In another post, we saw how to calculate the area of a triangle whose sides were all given, using the fact that those 3 given sides made up a Pythagorean Triple, and thus the triangle is a right … [Read more...] about Heron’s Formula
A triangle is one of the most basic shapes in geometry- and object with three straight sides (“edges”) and three angles, formed where each of the two sides meet. These meeting points are called “vertices”.
A triangle is often noted by using the points at its vertices, for example: ΔABC
And the angles in the triangle are often defined by the points, as well, so ∠1 can be written as ∠ABC and angle ∠2 can be written as ∠ACB. The vertices where the angle is the middle letter in this type of notation.
Basic properties of triangles
One of the basic properties of triangles is that the sum of the measure of angles, in every triangle, is 180°, as we will now prove, using what we know about parallel lines and the angles formed by a transversal line.
If we extend the triangle’s sides beyond the triangle, we form angles between the line’s extension and the angle inside the triangle, like angle1 below. These angles are called ”exterior angles”:
Having just proven that the sum of the angles in a triangle is 180°, it is now simple to prove a corollary theorem, that the measure of an exterior angle at a vertex of a triangle is equal to the sum of the measures of the interior angles at the other two vertices of the triangle (called the remote interior angles). Proof: The exterior angle is equal to the sum of the two remote interior angles
Now that we've explained the basic concept of triangles in geometry, let's scroll down to work on specific geometry problems relating to this topic.
One of the most useful theorems in Euclidean geometry, which we have used often in other proofs is the Pythagorean Theorem.The Pythagorean Theorem states that in a right triangle, the following … [Read more...] about Converse of the Pythagorean Theorem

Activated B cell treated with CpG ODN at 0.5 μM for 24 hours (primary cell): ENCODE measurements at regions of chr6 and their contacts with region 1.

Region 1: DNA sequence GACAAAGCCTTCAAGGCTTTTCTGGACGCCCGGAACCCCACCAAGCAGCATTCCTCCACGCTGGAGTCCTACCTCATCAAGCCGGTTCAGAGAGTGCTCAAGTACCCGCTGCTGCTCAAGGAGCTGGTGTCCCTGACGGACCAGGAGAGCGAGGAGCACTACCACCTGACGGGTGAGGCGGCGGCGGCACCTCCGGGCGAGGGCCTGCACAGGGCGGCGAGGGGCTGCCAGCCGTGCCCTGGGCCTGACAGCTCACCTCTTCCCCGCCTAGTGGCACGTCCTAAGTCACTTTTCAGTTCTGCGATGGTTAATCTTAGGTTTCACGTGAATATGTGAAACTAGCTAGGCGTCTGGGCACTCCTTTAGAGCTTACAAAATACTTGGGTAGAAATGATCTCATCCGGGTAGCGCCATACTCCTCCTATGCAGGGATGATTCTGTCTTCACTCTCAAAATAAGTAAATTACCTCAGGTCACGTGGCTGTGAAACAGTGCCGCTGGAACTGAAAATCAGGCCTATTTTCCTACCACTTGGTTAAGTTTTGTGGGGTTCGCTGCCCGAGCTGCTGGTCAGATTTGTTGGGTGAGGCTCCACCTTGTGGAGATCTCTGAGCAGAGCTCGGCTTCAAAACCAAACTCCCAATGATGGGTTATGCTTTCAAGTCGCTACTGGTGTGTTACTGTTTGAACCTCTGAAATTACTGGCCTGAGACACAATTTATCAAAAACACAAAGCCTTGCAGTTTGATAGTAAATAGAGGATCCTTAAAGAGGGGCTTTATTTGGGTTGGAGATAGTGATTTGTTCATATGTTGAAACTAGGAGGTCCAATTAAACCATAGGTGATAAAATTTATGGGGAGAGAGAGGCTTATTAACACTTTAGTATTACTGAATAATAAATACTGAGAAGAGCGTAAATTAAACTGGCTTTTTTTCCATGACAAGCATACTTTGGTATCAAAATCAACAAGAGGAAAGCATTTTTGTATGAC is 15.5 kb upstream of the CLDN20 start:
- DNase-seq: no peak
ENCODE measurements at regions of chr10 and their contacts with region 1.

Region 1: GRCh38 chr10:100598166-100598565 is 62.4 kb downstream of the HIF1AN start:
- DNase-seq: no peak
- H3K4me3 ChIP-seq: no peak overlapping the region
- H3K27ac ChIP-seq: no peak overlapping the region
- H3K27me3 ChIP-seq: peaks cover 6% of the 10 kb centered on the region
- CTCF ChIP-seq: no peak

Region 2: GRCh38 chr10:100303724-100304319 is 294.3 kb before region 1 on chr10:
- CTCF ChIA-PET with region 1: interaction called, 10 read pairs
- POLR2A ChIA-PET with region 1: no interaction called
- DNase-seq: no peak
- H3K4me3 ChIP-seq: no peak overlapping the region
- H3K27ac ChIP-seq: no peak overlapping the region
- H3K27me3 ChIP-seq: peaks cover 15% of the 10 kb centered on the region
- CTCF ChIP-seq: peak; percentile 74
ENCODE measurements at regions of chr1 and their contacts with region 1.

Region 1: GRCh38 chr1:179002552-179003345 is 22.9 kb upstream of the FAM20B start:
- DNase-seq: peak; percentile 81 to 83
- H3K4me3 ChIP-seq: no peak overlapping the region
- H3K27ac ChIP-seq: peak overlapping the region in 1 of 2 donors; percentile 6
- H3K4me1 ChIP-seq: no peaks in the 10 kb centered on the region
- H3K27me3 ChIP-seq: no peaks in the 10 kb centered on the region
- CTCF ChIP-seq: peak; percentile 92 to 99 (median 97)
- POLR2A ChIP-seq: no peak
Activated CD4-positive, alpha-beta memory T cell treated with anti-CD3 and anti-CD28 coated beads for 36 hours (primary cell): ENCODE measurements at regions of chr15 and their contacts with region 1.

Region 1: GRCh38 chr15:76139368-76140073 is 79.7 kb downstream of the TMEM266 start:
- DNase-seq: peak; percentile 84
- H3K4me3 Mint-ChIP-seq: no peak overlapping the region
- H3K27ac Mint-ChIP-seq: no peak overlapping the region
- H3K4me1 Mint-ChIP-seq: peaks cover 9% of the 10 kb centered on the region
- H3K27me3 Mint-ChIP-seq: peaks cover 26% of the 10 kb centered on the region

Let's say you have a pair of triangles with two congruent sides but a different angle between those sides. Think of it as a hinge, with fixed sides, that can be opened to different angles:The … [Read more...] about Hinge Theorem
Having proven the Scalene Triangle Inequality- that if in a scalene triangle ΔABC, AB>AC then m∠ACB> m∠ABC - proving the converse is very simple.ProblemIn scalene triangle ΔABC, … [Read more...] about Converse of the Scalene Triangle Inequality
From the definition of an isosceles triangle as one in which two sides are equal, we proved the Base Angles Theorem - the angles between the equal sides and the base are congruent.Now we'll prove … [Read more...] about Converse Base Angle Theorem
This geometry problem presents an application of the angle bisector theorem in a triangle. It also incorporates several other concepts we've explored, like the properties of isosceles triangles and … [Read more...] about Angle Bisector in a Triangle
One of the properties of an isosceles triangle is that the height to the base bisects the apex angle.The converse of this is also true - If the bisector of an angle in a triangle is perpendicular … [Read more...] about Converse Angle Bisector Theorem for Isosceles Triangles
A line that splits another line segment (or an angle) into two equal parts is called a "bisector." If the intersection between the two line segment is at a right angle, then the two lines are … [Read more...] about Perpendicular Bisector Theorem
The angle bisector is a line that divides an angle into two equal halves, each with the same angle measure.The angle bisector theorem state that in a triangle, the angle bisector partitions the … [Read more...] about Angle Bisector Theorem
The Pythagorean Theorem shows us an important property of the squares constructed on the sides of a right triangle, namely that c2 = a2+b2:But there are interesting properties of squares … [Read more...] about Squares On the Sides of a Triangle